ii.      Beautiful stone we use as paperweight has a new function but we did not cause it to exist (Is it an artifact?)

         d.      Katz believes Siipi’s criteria support his view restorations are artifacts

                   i.       Why?

                   ii.      Replanted forest has new function? To atone for human destruction?



25.    Necessary for any meaningful philosophical or policy analysis of ethics of environmentalism

         a.      “There can be no denial that this distinction exists and forms basis of our thoughts regarding the environment”

         b.      Plumwood: “Without some distinction between nature and culture, humans and nature, it becomes very difficult to present any defense against the total humanization of the world.”

         c.      I’d distinguish between distinction and a “dualism”

26.    Ordinary language use of nature to mean the non-human

         a.      “I love nature” as I gesture to trees around, does not mean I love the human built environment

         b.      Odd

                   i.       Looking at a photo of Times Square and saying I do nature photography

                   ii.      Pointing to a computer and saying it is amazing what nature can do

27.    Dualism of nature/artifact thus does not need to be defended it is presupposed in any discussion of natural environment

28.    “To deny existence of real distinct from human action is to play havoc with our language, science, and conceptual framework of the world and denies existence of values recognized by all enviros, values of the natural world”



30.    Jenkins criticism of Katz as allowing only two extremes in our relation to nature

         a.      His problematic dualism is limiting metaphors of human agency to two kinds

         b.      Either

                   i.       Either we preserve the integrity of nature by letting it be

                   ii.      Or we violate it by acting and interfering with natural systems

         c.      And there have to be other ways to think about human relations to nature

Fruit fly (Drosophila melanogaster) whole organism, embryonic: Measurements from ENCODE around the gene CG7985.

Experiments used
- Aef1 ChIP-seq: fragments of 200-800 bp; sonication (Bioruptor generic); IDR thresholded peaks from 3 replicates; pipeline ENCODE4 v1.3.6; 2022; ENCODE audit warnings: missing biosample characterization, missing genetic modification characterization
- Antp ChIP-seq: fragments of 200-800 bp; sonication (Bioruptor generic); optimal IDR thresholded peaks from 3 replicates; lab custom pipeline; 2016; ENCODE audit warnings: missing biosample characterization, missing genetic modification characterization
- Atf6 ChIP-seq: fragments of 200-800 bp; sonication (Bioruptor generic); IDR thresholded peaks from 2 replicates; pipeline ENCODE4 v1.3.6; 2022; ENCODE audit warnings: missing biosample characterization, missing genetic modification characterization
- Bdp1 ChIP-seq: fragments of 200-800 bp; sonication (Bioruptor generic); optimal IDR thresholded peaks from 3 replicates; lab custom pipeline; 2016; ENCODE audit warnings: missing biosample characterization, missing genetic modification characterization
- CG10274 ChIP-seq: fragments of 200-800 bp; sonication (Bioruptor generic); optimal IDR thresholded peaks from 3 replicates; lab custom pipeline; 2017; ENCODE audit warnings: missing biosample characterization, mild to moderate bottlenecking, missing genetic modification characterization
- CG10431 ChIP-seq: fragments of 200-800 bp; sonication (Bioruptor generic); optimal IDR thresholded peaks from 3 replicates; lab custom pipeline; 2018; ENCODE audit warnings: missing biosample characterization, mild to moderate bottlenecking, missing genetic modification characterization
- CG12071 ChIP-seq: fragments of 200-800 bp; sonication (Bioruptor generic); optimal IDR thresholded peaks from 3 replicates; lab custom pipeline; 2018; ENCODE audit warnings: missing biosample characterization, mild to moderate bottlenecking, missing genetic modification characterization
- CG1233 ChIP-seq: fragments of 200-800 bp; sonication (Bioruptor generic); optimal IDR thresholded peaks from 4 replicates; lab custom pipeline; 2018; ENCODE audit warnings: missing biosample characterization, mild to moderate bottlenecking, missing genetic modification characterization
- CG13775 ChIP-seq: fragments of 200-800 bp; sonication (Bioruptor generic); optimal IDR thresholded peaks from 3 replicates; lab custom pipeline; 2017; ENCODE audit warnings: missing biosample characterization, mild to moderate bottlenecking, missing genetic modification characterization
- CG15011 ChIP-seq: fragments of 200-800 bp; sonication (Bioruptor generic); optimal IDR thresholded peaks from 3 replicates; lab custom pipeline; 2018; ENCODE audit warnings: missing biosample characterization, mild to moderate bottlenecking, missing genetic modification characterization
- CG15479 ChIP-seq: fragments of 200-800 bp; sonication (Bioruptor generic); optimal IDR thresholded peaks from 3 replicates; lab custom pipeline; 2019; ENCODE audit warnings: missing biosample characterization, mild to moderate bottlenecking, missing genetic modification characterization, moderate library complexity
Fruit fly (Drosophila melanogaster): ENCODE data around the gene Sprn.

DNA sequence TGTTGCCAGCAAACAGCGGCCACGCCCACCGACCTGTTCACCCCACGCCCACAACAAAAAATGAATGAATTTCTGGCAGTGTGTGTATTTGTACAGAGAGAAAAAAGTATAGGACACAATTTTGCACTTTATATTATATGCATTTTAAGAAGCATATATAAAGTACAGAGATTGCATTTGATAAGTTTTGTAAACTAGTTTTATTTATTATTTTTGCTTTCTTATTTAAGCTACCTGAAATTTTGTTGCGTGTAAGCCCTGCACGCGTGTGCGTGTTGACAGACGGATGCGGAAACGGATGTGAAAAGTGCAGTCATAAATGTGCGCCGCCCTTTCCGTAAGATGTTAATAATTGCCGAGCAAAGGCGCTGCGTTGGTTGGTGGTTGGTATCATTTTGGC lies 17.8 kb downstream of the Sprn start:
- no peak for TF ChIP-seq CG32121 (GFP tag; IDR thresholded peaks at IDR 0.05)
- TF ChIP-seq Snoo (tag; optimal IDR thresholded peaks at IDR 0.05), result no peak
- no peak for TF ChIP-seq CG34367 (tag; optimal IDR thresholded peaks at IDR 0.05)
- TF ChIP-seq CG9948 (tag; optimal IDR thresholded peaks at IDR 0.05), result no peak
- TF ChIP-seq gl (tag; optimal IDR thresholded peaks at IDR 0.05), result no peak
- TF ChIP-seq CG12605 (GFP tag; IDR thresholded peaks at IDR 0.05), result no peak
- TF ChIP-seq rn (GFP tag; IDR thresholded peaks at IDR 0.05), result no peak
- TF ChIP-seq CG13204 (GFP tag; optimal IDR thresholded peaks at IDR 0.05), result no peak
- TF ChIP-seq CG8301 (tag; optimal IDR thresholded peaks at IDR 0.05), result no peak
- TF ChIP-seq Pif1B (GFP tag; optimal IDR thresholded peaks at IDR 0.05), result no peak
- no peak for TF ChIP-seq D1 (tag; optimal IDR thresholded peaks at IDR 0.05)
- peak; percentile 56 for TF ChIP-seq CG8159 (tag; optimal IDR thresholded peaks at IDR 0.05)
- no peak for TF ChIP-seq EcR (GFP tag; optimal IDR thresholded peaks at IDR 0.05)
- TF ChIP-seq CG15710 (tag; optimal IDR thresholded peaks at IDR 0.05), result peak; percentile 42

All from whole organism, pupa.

31.    Katz defines environmentalism as excluding concern for human environments, urban environments

         a.      “The world of nonhuman natural the world that environmentalists wish to preserve and protect”



33.    “I have argued that the recognition of the human-nature dualism provides a solid reason for rejecting the project of ecological restoration, a policy that encourages the total humanization of the natural world.

         a.      Essential artifactuality of products of the restoration process

34.    Katz does not make a “blanket condemnation of restoration”

         a.      Artifcatualizaing an area via restoration does not mean policy is evil or that the policy should be prohibited

         b.      Rather insists we need to recognize human influence in that area.

35.    Stain in carpet idea:

         a.      Yes should clean it up or cover it with the couch

         b.      But better to prevent it in first place

36.    So restoration projects are often better than nothing

37.    But must remember these projects are generally on the far extreme side of spectrum near extreme artifactuality

38.    If we restore it will bring a new entity into existence with a new and different function

         a.      We will be creating a landscape we humans wish to see in the world

         b.      End result will be more pleasing world, maybe even better world

         c.      But a world that “reveals the imprint of human intentionality and design”

39.    I think this worry gives too much power to human intentionality and design and in that sense is anthropocentric

         a.      Very much like the anthropocene boosters problem what nature is gone as we have affected everything

         b.      Puts too much emphasis in the power of humanity to change the nature of things and ignores nature’s ongoing power/autonomy

Question on Katz's "Further Adventures in the Case against Restoration"

1.         What are the two types of reason Katz gives for opposing restoration? (Hint: They have to do with the act of restoration and the result of restoration.)

2.         Define the notion of an “artifact” the way Katz defines it. Is Katz’s account of artifacts a good one?

3.         Are there human artifacts that were not intentionally designed? Are all things intentionally designed by a human properly conceived as artifacts?

4.         What does it mean to claim artifacts are “anthropocentric?” Must all artifacts be anthropocentric? Why or why not?

5.         Does Katz think we should restore damaged ecosystems? (See his conclusion at the end.) Is his view on this plausible given what he says about the nature of restorations?

6.         Is gardening a positive way of relating to nature? Is restoration like gardening? Are gardens artifacts? What does Katz think about these matters?

7.         Does Katz think we can restore for nature’s own good? Why or why not?

8.         Why might one think that restoration is a copying of nature rather than a designing of nature?

9.         How does Katz respond to the idea that restorations are like children in the sense that we produce them and then they autonomously do their own thing?

10.       Katz describes Helena Siipi’s view that artifacts have three dimensions. What are they and do they support Katz’s idea that restorations are artifacts?

11.       Is Katz right that the “conceptual distinction/dualism between humans and nature” is absolutely essential for thinking clearly and appropriately about the environment?

12.       Give examples of ordinary language that supports the distinction between humans and nature or human activity and the activity of nonhumans.